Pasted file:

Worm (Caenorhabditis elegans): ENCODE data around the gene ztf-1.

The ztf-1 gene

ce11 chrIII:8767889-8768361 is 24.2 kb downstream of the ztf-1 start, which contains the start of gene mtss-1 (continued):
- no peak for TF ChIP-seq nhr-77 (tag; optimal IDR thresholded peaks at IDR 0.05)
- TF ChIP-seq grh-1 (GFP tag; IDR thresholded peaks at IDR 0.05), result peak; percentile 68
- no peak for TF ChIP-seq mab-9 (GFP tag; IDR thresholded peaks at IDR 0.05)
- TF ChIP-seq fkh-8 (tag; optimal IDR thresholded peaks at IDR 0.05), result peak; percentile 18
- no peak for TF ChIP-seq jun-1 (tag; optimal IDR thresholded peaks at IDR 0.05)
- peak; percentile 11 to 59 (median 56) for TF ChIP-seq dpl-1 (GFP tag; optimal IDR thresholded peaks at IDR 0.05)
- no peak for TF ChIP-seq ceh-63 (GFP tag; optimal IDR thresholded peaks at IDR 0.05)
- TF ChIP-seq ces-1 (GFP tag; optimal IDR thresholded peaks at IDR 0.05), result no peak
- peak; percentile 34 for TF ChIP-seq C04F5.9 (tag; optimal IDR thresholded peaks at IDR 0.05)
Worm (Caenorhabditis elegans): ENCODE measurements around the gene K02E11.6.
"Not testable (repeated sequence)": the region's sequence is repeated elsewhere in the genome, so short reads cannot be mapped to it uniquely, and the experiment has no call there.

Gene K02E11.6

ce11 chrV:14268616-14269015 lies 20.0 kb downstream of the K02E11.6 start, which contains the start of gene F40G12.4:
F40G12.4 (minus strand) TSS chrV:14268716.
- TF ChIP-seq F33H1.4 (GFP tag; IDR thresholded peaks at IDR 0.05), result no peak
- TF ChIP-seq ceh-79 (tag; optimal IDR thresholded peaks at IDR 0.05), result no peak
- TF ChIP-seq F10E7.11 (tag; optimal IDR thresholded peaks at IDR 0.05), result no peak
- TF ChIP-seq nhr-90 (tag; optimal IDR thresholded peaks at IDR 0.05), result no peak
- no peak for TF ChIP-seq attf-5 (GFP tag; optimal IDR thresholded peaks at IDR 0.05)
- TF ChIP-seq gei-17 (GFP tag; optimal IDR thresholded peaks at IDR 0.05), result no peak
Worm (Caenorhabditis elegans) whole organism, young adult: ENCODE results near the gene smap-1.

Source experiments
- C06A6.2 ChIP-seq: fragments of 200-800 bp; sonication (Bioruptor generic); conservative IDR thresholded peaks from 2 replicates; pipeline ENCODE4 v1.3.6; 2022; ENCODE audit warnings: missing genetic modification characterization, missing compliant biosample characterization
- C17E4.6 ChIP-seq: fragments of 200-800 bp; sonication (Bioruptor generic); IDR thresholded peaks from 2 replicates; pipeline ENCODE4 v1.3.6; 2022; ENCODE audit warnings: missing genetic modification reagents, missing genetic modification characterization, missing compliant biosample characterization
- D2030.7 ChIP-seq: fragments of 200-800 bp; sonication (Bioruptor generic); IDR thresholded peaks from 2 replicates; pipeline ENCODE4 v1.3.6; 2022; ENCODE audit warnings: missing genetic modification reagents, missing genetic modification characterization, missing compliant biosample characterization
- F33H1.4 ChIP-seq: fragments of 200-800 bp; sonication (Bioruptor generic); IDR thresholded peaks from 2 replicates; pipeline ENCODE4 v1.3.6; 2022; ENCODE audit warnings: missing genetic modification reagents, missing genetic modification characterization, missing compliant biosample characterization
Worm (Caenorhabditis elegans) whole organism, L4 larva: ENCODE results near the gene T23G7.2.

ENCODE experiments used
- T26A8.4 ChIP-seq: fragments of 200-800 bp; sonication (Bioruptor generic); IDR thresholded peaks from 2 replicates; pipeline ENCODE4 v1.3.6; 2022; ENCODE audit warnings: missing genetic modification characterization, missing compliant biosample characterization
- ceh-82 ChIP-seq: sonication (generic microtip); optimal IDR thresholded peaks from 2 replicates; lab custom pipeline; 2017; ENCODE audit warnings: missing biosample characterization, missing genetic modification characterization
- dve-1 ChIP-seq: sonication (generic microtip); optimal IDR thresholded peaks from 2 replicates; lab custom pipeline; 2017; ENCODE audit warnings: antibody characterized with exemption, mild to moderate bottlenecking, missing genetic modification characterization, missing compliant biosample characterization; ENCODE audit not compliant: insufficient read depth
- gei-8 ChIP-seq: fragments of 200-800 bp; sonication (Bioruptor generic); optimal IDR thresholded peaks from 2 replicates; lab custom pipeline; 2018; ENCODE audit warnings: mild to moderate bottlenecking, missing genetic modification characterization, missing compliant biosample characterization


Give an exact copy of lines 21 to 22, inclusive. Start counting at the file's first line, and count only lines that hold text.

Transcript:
- TF ChIP-seq nhr-90 (tag; optimal IDR thresholded peaks at IDR 0.05), result no peak
- no peak for TF ChIP-seq attf-5 (GFP tag; optimal IDR thresholded peaks at IDR 0.05)